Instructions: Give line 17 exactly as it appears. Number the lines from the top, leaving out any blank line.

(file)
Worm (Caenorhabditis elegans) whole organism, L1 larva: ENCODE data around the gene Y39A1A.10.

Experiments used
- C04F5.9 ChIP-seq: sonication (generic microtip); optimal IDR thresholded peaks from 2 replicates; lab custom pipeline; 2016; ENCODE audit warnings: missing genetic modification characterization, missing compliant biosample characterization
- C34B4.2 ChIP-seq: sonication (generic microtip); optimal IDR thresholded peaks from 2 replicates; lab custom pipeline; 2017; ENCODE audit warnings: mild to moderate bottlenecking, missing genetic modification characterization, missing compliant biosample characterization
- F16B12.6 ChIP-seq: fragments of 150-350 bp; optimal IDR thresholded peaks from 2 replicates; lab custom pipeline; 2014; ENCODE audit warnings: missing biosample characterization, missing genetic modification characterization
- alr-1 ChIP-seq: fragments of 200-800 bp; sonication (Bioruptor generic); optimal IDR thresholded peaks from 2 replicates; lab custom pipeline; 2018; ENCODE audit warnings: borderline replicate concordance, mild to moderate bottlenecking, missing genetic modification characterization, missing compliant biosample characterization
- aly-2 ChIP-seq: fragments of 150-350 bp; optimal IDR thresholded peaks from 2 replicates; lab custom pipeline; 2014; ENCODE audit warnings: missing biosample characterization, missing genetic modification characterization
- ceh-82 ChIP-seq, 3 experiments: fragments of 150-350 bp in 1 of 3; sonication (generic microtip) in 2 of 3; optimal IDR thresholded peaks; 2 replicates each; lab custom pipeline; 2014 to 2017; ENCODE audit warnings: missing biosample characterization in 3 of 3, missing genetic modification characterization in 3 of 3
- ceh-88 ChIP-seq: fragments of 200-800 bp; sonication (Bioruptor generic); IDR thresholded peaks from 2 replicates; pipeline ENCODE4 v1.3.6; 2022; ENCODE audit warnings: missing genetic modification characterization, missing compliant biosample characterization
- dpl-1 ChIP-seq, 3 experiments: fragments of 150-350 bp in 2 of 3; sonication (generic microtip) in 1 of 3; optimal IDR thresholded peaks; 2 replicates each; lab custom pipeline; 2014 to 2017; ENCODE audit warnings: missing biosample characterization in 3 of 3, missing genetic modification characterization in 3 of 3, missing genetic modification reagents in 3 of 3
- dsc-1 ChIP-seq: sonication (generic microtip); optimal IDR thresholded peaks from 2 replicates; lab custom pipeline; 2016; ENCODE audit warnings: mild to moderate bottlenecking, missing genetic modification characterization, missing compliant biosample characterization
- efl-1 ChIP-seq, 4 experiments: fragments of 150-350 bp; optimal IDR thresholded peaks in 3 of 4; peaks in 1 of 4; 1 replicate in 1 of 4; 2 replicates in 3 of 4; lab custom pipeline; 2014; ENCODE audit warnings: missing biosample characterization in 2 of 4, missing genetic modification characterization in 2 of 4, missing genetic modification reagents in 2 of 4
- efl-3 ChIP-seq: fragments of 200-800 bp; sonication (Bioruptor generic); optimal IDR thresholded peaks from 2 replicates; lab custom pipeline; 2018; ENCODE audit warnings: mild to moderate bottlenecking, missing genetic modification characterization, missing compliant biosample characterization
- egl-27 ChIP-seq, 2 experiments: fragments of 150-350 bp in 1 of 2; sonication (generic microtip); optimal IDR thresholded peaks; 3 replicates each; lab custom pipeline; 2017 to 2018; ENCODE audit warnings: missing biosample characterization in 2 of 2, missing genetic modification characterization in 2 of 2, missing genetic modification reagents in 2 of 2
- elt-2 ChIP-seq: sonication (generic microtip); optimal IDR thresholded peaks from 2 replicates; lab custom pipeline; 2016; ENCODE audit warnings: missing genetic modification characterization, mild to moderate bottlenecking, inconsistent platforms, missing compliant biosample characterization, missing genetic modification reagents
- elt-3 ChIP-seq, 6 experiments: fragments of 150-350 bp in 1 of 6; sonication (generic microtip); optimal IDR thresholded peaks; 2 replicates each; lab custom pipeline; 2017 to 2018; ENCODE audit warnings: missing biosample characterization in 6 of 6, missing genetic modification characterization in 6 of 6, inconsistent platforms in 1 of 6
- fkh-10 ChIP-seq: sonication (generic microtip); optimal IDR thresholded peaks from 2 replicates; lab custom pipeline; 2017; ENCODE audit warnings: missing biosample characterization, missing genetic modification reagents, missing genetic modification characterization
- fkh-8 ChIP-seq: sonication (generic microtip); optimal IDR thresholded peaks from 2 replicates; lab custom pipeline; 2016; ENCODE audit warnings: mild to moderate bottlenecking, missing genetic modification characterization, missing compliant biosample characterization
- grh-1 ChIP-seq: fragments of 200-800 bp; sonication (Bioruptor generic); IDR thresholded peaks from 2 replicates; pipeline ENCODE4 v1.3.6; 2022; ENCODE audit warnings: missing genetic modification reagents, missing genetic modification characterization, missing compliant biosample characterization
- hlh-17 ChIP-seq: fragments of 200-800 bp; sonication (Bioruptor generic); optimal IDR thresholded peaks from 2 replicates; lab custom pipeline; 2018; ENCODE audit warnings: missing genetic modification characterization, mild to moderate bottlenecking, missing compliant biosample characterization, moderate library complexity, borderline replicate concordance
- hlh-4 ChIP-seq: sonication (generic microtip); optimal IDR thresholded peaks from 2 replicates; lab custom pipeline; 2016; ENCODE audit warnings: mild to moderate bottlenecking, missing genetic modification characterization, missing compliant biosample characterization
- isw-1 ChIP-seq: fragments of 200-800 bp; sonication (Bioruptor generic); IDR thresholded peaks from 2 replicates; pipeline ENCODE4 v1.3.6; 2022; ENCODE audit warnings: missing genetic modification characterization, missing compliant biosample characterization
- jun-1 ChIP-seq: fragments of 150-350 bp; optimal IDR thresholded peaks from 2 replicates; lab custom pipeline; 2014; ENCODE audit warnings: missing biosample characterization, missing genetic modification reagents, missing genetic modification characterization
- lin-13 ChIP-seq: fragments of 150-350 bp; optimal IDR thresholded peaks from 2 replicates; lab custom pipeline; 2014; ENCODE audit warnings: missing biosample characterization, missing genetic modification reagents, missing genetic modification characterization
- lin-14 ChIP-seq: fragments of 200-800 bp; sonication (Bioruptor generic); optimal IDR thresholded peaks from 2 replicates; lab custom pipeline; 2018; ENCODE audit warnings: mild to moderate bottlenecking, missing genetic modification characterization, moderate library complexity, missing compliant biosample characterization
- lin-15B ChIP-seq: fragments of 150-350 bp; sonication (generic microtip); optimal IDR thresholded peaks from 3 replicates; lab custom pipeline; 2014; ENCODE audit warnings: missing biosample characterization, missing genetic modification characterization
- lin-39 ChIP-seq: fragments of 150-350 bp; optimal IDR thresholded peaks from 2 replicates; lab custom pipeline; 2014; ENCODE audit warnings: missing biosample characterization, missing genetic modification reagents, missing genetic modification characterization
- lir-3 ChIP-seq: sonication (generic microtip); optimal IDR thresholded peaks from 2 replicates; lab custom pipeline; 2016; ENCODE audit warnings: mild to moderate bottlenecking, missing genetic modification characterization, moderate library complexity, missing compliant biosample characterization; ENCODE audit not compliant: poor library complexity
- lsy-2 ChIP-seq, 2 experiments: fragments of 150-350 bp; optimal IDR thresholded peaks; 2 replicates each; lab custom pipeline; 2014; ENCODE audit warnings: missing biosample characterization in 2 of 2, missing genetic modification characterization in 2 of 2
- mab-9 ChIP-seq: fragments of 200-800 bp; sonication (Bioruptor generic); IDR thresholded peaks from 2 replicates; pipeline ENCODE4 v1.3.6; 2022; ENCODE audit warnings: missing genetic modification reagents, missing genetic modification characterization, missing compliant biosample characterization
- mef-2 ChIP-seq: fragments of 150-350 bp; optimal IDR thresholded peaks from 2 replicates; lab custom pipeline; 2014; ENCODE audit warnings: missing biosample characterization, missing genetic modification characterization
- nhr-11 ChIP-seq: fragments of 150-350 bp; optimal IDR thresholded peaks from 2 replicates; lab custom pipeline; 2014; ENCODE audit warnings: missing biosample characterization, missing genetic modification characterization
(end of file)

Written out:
- fkh-10 ChIP-seq: sonication (generic microtip); optimal IDR thresholded peaks from 2 replicates; lab custom pipeline; 2017; ENCODE audit warnings: missing biosample characterization, missing genetic modification reagents, missing genetic modification characterization